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DU Photocopiers: 122 Oxford signatories urge OUP not to appeal “progressive judgment”

Nalini Sharma

A group of Oxford University academics, students, and alumni has asked the Oxford University Press to not appeal against the Delhi High Court decision in the DU Photocopiers Case.

As first reported by SpicyIP, an email was sent by a group of 122 signatories to one of the OUP delegates, Prof. Paul Craig, who is a Professor of English Law at Oxford, urging him to refrain from filing an appeal.

Earlier last year, Justice Rajiv Sahai Endlaw had pronounced a landmark judgment that hinged on the exceptions to copyright infringement mentioned in Section 52 of the Copyright Act of 1957.

In December, the Division Bench of Pradeep Nandrajog and Yogesh Khanna, JJ. had set aside the finding of the single bench, holding that “no triable issue on fact” arose, and restored the suit.

Refusing to grant an injunction to the consortium of international publishers against Rameshwari Photocopy Services, the Division Bench had held,

“We declare that the law in India would not warrant an approach to answer the question by looking at whether the course pack has become a textbook, but by considering whether the inclusion of the copyrighted work in the course pack was justified by the purpose of the course pack i.e. for instructional use by the teacher to the class and this would warrant an analysis of the course pack with reference to the objective of the course, the course content and the list of suggested readings given by the teacher to the students.

This would require expert evidence, and we shall pass appropriate directions on this while bringing the curtains down.”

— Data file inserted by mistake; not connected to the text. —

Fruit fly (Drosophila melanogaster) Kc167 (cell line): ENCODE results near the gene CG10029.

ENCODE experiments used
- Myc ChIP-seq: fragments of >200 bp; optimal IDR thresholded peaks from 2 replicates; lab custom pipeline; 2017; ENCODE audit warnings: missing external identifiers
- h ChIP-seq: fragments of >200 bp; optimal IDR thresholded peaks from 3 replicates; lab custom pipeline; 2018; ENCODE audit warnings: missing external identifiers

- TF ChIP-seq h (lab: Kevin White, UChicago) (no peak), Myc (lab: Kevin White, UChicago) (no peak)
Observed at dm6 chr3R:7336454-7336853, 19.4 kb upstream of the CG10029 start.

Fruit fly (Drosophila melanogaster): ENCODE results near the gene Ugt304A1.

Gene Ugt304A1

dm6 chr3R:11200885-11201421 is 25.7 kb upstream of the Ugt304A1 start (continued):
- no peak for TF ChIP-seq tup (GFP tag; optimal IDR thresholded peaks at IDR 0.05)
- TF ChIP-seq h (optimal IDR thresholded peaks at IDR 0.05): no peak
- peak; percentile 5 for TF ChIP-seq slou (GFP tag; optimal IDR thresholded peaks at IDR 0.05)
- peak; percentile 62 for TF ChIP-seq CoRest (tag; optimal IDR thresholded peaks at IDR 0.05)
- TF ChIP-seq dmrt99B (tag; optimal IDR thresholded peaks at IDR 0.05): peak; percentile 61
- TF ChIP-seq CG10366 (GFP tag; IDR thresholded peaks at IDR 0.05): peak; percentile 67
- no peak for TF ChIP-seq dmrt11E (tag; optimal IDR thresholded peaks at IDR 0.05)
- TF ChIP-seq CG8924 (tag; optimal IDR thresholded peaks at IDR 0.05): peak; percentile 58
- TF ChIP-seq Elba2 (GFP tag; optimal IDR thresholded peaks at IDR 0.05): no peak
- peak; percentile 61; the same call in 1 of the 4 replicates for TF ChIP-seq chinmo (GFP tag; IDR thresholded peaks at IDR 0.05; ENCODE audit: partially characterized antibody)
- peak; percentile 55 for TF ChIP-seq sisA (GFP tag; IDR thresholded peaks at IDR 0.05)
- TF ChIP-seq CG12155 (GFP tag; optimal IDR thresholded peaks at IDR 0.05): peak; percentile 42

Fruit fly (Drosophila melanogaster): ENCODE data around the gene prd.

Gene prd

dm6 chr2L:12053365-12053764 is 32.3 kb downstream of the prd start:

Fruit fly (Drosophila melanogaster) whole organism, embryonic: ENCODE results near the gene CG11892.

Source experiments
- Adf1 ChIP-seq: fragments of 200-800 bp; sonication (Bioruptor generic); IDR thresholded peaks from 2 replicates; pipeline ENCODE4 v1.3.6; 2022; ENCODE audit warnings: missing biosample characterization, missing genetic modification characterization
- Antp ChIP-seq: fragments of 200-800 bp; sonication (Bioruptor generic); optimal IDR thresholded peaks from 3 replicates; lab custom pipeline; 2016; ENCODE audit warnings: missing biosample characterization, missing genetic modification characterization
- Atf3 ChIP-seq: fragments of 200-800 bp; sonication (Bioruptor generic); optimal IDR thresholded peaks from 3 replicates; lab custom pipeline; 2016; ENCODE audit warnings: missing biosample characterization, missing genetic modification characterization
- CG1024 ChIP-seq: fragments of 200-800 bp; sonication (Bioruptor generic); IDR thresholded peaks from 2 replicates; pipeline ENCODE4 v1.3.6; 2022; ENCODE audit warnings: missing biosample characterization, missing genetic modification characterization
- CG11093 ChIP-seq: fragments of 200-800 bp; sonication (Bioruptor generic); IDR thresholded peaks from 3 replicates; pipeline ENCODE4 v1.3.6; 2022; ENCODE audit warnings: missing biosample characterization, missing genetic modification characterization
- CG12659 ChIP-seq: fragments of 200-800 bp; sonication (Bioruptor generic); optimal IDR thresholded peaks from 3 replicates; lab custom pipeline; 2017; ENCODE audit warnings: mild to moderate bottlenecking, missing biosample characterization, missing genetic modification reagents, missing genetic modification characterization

In favour of this judgment, the letter states,

“As you will appreciate, this judgment affirms the right of students to access photocopied copyrighted materials, so long as this is justified by the purpose of educational instruction. Pertinently, the court gave a meaningful, purposive interpretation to section 52(1)(i) of the Indian Copyright Act, 1957, which allows the reproduction of any work by a teacher or a pupil in the course of instruction. And refused to grant an injunction against the creation of course packs (containing excerpted material from copyrighted texts) by universities and other educational institutions.”

The initiative for the petition was taken by a group of students at OU including Arushi Garg, Sanya Samtani, Deepa Kurup, Gopika Lekshmi and Navya Jannu. The students state in their plea,

“We strongly urge you to desist from appealing this progressive decision. Given the increasing privatization of knowledge goods across the world, the cost of education has reached prohibitively expensive levels. Even resource-rich universities in developed countries are reeling under the impact of this sharp increase in prices.

Institutions such as Harvard University have urged their faculty members to publish in more open access journals, citing the exorbitant cost of subscriptions to be “academically restrictive” and “fiscally untenable.” In this context, the High Court decision is a much-welcomed development, particularly for resource-constrained developing countries such as India.

Given the University of Oxford’s reputation as a truly global institution that has recently tried to foreground diversity and inclusion, we would be disappointed if this step is undertaken. As students, authors and academics who have been associated with OUP in different ways, we are greatly aggrieved by this curtailment of Indian students’ access to knowledge.”

The complete list of the signatories can be seen here.

Read the complete open letter below.

OUP-Petition.pdf
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